jason-battersby-bike15

jason-battersby-bike16

The Amazing Apache Pistol

Amazing mostly through its original look, because in terms of effectiveness, Apache was more of a toy-gun.

Popular as a self-defense weapon, at the end of the 19th century, the Apache was a small weapon, measuring only 4 cm across, when folded. The blade, if we can even call it that, was only a little over 3 cm long, and very thin. If you were to stab someone with that thing, you would get yourself in even more trouble as that would only piss him off.

In terms of firepower, the Apache isn’t much stronger than it is in close quarter combat, the short nozzle and the fact that the hammer doesn’t hit the back of the cartridge, like it does in modern weapons, made it pretty week.

The knuckle-duster-like handle had such tiny finger holes that only the skinniest could fit in, so it’s no surprise the Apache didn’t make a big impact as a weapon. It did have in interesting design though, so it became a collectible. Most of the ones left today are plated with gold and sell for no less than $4,000

apache-gun

apache-gun2

apache-gun3

apache-gun4

via Hell in a Handbasket

The Trash House And Garden

I know the title sounds ugly, but this particular trash decorated home is quite beautiful.

Bogdan Litniansky left the Ukraine for France during the 1930s. Like many other immigrants, he was homeless when he arrived there, so he bought a derelict house in Picardy and restored it using all kinds of junk.

When he retired, at the age of 62, he continued to decorate his home using derelict objects, like bottles, mirrors, old toys, broken TV-sets, and turned his garden into a beautiful labyrinth. Check out his life-long masterpiece:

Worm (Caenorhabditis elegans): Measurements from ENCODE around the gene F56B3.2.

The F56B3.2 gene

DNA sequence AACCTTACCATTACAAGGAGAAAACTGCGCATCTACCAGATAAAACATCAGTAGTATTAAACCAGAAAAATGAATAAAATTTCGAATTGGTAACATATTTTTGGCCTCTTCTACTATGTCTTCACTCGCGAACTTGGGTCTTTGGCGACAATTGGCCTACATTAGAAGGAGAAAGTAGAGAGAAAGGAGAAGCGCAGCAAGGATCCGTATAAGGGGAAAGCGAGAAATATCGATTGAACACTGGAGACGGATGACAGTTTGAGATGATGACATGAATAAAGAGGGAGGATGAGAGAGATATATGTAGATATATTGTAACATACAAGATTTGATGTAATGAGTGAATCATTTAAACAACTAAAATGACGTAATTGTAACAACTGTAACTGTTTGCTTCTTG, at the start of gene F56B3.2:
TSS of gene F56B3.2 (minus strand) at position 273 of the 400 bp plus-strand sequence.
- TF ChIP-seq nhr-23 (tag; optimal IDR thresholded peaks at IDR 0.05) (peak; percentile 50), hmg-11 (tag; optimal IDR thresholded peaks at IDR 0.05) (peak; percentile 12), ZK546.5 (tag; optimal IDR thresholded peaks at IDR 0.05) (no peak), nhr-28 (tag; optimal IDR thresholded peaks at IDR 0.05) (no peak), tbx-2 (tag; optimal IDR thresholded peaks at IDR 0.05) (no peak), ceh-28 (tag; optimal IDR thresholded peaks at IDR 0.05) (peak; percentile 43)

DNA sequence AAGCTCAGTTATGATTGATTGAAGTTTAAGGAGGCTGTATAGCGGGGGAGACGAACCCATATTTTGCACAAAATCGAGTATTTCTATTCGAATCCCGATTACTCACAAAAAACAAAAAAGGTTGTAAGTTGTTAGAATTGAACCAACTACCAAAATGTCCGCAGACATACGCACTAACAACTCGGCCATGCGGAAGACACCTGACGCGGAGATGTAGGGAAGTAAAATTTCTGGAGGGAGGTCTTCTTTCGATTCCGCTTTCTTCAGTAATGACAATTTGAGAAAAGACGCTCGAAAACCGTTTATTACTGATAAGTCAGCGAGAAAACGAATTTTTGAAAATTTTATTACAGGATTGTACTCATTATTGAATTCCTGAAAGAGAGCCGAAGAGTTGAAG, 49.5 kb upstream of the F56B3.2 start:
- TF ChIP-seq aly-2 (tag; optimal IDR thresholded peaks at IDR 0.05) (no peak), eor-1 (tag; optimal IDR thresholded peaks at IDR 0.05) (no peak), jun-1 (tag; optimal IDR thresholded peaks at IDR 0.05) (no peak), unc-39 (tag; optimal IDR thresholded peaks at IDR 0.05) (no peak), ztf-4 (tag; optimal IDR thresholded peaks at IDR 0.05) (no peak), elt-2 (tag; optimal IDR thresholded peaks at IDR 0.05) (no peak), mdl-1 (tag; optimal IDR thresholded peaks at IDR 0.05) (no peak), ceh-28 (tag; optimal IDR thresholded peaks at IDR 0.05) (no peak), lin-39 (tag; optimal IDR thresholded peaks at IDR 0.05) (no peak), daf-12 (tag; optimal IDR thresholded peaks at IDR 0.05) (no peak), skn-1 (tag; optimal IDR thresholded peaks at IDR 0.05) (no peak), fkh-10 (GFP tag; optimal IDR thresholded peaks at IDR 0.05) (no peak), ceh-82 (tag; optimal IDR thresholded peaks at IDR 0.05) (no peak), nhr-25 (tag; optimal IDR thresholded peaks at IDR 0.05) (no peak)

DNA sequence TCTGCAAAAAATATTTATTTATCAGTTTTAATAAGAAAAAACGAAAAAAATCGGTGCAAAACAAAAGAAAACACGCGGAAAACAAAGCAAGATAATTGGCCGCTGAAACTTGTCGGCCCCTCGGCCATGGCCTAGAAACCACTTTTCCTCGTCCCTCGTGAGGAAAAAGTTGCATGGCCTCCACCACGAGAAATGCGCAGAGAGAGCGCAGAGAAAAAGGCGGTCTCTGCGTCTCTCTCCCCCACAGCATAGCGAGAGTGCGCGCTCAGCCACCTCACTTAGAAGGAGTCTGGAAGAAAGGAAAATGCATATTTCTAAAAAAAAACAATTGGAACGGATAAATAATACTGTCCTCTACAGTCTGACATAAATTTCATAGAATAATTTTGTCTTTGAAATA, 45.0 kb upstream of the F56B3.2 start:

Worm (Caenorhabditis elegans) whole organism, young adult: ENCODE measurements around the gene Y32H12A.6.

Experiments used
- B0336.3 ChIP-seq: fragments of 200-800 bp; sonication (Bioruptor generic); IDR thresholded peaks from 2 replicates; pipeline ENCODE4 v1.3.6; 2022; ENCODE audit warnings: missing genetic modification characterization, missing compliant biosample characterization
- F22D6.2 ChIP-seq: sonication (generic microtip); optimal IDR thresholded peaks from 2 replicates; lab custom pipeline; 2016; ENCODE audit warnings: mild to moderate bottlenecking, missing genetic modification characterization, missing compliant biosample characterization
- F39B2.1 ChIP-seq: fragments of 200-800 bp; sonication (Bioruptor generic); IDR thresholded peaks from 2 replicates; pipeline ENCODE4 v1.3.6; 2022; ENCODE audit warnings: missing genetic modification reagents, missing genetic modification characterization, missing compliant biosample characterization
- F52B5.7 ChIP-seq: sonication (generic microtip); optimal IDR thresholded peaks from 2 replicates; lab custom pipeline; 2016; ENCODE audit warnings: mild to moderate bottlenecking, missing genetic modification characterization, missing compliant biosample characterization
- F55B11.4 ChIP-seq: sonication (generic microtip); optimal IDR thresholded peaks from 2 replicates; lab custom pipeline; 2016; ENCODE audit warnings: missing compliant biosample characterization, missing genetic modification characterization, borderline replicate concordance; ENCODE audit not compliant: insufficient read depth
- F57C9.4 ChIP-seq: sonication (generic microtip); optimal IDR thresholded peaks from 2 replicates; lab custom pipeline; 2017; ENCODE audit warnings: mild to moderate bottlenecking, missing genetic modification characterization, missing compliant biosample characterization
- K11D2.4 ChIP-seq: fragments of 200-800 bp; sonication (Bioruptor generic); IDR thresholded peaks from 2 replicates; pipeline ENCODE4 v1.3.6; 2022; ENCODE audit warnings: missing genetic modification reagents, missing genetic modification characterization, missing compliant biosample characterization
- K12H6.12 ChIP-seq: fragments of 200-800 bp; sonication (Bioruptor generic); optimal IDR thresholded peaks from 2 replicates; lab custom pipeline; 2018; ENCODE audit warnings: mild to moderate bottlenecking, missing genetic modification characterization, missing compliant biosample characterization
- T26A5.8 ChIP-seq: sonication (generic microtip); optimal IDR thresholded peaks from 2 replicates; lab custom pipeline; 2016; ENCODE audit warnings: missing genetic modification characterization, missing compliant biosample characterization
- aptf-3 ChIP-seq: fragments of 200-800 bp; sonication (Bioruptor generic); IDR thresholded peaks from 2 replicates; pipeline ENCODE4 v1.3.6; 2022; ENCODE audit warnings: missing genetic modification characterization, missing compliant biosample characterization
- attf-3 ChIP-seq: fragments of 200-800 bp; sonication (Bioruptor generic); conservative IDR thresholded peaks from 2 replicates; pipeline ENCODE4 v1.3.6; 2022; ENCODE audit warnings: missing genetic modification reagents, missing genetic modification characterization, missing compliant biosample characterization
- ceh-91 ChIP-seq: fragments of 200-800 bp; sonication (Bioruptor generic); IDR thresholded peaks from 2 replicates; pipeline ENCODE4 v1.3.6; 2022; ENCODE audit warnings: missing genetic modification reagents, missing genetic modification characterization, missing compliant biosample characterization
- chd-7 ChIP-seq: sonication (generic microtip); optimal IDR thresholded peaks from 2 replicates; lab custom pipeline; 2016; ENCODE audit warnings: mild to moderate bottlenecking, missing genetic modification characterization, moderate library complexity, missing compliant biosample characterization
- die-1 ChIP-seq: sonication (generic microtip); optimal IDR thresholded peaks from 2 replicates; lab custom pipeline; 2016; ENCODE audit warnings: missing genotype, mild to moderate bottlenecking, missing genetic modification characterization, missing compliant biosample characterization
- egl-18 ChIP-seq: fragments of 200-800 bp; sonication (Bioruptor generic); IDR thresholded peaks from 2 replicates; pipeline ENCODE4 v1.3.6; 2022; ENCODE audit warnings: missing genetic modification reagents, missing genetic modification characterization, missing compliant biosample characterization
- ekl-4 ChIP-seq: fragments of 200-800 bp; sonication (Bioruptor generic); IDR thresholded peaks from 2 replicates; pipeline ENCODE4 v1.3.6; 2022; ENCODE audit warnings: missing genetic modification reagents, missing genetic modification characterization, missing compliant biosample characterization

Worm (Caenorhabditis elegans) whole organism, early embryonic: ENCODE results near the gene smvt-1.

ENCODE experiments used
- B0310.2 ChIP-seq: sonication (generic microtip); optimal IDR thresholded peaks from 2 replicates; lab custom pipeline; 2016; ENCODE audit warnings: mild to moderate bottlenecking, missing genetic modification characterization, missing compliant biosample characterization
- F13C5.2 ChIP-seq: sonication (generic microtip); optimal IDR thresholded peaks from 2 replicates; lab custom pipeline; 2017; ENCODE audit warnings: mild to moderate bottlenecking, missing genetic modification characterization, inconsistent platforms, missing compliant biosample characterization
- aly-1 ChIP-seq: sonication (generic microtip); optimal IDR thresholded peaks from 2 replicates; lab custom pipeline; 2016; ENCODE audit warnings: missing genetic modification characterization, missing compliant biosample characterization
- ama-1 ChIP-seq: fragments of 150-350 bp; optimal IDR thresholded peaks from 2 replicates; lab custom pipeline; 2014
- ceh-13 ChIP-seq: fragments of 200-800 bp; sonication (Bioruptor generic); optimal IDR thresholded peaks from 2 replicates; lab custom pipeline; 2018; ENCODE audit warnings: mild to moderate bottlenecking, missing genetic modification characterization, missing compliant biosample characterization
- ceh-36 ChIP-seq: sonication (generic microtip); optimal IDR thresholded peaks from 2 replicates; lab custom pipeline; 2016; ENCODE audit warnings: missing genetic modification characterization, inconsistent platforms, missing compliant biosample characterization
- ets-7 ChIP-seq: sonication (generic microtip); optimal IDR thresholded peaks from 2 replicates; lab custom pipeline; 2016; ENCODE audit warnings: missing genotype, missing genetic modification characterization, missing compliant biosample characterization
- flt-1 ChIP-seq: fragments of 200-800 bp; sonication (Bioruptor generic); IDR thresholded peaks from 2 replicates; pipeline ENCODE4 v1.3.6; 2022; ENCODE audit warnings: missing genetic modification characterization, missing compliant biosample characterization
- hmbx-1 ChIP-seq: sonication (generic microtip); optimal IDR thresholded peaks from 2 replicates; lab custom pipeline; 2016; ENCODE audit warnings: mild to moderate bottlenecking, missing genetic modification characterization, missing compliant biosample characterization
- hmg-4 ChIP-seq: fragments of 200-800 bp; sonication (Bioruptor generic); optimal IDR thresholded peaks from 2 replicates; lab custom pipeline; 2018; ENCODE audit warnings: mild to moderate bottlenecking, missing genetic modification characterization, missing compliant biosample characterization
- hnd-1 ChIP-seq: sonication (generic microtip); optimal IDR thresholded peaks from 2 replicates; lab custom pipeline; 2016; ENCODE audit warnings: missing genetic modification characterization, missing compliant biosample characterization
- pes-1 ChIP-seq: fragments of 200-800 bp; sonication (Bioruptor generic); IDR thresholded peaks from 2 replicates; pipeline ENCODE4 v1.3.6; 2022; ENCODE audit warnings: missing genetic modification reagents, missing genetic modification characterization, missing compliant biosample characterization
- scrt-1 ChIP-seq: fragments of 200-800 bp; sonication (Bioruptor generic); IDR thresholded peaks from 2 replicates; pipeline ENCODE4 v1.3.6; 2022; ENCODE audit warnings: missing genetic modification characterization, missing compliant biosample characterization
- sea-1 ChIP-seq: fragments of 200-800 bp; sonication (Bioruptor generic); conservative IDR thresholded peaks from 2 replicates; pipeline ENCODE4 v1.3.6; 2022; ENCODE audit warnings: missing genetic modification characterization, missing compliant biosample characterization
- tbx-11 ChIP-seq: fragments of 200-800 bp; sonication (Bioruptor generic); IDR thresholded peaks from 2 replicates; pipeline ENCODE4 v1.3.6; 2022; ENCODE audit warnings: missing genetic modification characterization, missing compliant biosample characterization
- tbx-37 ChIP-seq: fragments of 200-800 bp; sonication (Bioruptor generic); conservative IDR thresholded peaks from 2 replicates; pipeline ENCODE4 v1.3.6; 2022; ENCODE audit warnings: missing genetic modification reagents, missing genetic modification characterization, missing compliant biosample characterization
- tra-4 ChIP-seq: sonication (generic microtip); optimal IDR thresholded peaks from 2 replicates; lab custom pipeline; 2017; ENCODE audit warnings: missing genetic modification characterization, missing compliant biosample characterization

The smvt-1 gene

trash-house.jpg

trash-house2.jpg

trash-house3.jpg

trash-house4.jpg

trash-house5.jpg

trash-house6.jpg

trash-house7.jpg

trash-house8.jpg

trash-house9.jpg

via Every Day Glimpse

Incredible Wood Carvings by Randall D. Boni

We’ve all seen chainsaw-carved sculptures before, but Mr. Boni’s masterpieces are simply amazing. No point in pointing out Randall D. Boni is a world-renowned wildlife sculpture artist. Just have a look at his work and you’ll see why:

amazing-wood-sculptures.jpg

amazing-wood-sculptures2.jpg

amazing-wood-sculptures3.jpg

amazing-wood-sculptures4.jpg

amazing-wood-sculptures5.jpg

amazing-wood-sculptures6.jpg

amazing-wood-sculptures7.jpg

amazing-wood-sculptures8.jpg

amazing-wood-sculptures9.jpg

amazing-wood-sculptures10.jpg

amazing-wood-sculptures11.jpg

amazing-wood-sculptures13.jpg

amazing-wood-sculptures14.jpg

amazing-wood-sculptures15.jpg

amazing-wood-sculptures16.jpg

amazing-wood-sculptures17.jpg

amazing-wood-sculptures19.jpg

amazing-wood-sculptures20.jpg

amazing-wood-sculptures21.jpg

amazing-wood-sculptures22.jpg

amazing-wood-sculptures23.jpg

amazing-wood-sculptures24.jpg

amazing-wood-sculptures25.jpg

amazing-wood-sculptures26.jpg

amazing-wood-sculptures27.jpg

amazing-wood-sculptures28.jpg

amazing-wood-sculptures29.jpg

amazing-wood-sculptures30.jpg

via Daily Art Pres

Extreme Balancing Acts

29-year-old extreme balancing artist, Eskil Ronningsbakken has to be one of the world’s most amazing performers.

Ronningsbakken has performed the most dangerous balancing acts I’ve ever seen, riding a bike upside down, balancing under a balloon in plain flight and on cliffs thousands of meters high. He says ‘That’s the balance between life and death, and that is where life is.’

His balancing career began when he was only five years old and he saw a yogin serenely balancing. Now he is one of the most famous extreme balancing artists in the world. His next dream is to perform his breathtaking stunts on top of the Burj al Arab Hotel, in Dubai.

Read more on the amazing Eskil Ronningsbakken here.

Photos by Sindre Lundvold/Barcroft Media via guardian.co.uk

balancing-act.jpg

balancing-act2.jpg

balancing-act3.jpg

balancing-act4.jpg

balancing-act5.jpg

balancing-act6.jpg

balancing-act7.jpg

Starcraft Origami

This paper art never ceases to amaze me, I just can’t understand how people can mold paper like this.

Starcraft is also one of my all-time computer video games, so I’m particularly fond of these small paper masterpieces. They’re juts as amazing as the pieces from the Star-Wars origami collection.

starcraft-origami.jpg

starcraft-origami2.jpg

starcraft-origami3.jpg

starcraft-origami4.jpg

starcraft-origami5.jpg

starcraft-origami6.jpg

Warship Yamato, Largest LEGO Ship Ever Built

How long would the legendary Japanese Warship Yamato be, built out of LEGO bricks?